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Breaking Down The PIA Ratios --Dickeson

May 2002
Each year in our printing industry we go through a little ritual akin to the rites of spring. It's called the PIA Ratios Studies. Printing Industries of America collects General Ledger Accounting Data from the prior calendar year from printing firms as a "survey." PIA commissions the H.R. Margolis Co. (Certified Public Accountants) to compile and analyze the data submitted, and then prepare reports for publication. For 2001, some 900 printers submitted their results in the "survey."

Survey firms reporting the top 25 percent of "Net Profits" are called the "Profit Leaders." Ronnie H. Davis Ph.D, chief economist of PIA, calls the remaining 75 percent the "Profit Challengers." In the February issue of this journal, Davis reports that the "Net Profits" of the Challengers were but six tenths of a percent of their sales.

As part of our rites of spring, we roll out the ashes and sack cloth and cry "Woe, Woe, Woe, is unto us! Have pity on our printing industry that sits on the doorstep reading Chapter X of the "Book of Bankruptcy."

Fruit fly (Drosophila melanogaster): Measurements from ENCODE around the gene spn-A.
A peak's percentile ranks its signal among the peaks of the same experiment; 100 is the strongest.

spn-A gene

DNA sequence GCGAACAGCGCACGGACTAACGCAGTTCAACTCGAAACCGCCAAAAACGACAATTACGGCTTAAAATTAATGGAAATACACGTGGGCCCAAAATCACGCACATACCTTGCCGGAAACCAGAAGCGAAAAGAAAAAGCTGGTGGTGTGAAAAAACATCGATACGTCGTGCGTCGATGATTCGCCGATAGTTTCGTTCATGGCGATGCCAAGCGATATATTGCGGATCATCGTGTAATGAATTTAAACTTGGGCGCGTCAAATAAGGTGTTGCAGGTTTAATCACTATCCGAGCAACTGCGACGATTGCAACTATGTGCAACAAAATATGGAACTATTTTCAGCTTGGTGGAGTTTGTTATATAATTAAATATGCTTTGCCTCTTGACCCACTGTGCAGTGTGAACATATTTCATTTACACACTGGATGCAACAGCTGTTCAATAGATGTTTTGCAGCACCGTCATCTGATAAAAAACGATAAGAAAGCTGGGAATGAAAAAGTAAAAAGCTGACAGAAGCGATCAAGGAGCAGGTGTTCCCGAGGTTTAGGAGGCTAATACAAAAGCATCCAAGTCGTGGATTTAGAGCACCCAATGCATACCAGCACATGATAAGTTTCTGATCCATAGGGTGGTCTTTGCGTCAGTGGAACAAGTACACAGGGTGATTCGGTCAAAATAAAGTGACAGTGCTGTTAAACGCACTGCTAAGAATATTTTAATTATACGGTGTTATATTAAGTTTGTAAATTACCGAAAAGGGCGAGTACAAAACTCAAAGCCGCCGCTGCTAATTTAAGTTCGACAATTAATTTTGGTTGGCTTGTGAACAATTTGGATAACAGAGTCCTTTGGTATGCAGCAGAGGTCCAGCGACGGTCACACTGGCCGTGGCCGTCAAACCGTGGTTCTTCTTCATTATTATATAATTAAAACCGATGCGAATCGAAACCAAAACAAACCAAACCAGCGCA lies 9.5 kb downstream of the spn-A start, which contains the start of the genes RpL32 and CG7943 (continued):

Late Show Bits

Wait a damn minute, Horace. Last numbers I saw there were 45,000 printers in this country. We're somewhere in Dave Letterman's top five of American industries. Every year, year-after-year, we see those same dismal results. And, "We're Still Here" as the song goes. What's the real story, Mr. Davis?

For starters, these PIA numbers are "survey" data, not random sample results. Does that make a difference? Of course it does. We can't say that these results are "representative" of the 45,000-printer universe. Nine hundred printers, if randomly chosen, would provide a valid random statistic, but 900 volunteers do not. They're 900 companies willing to open their kimonos—sorta.

Secondly, we're talking "Net Profits" here. If you believe Net Profits mean something, please reveal all to me. Since Enron, Global Crossing and even before those disasters, net profits were a fantasy.

Mostly Ronnie Davis and the rest of us speak a language called EBITDA or some variant thereof. (Earnings Before Interest, Taxes, Depreciation and Amortization. Please note that the word "profits" has vanished.) Now the stock market doesn't believe that even EBITDA represents the value of a company so it multiplies EBITDA by a number called a P/E ratio—a "predictor" of future earnings—to arrive at a value of the equity of a company. Divide that result by the number of outstanding shares to determine a share value. What does that have to do with "Net Profits?" Nada.
 

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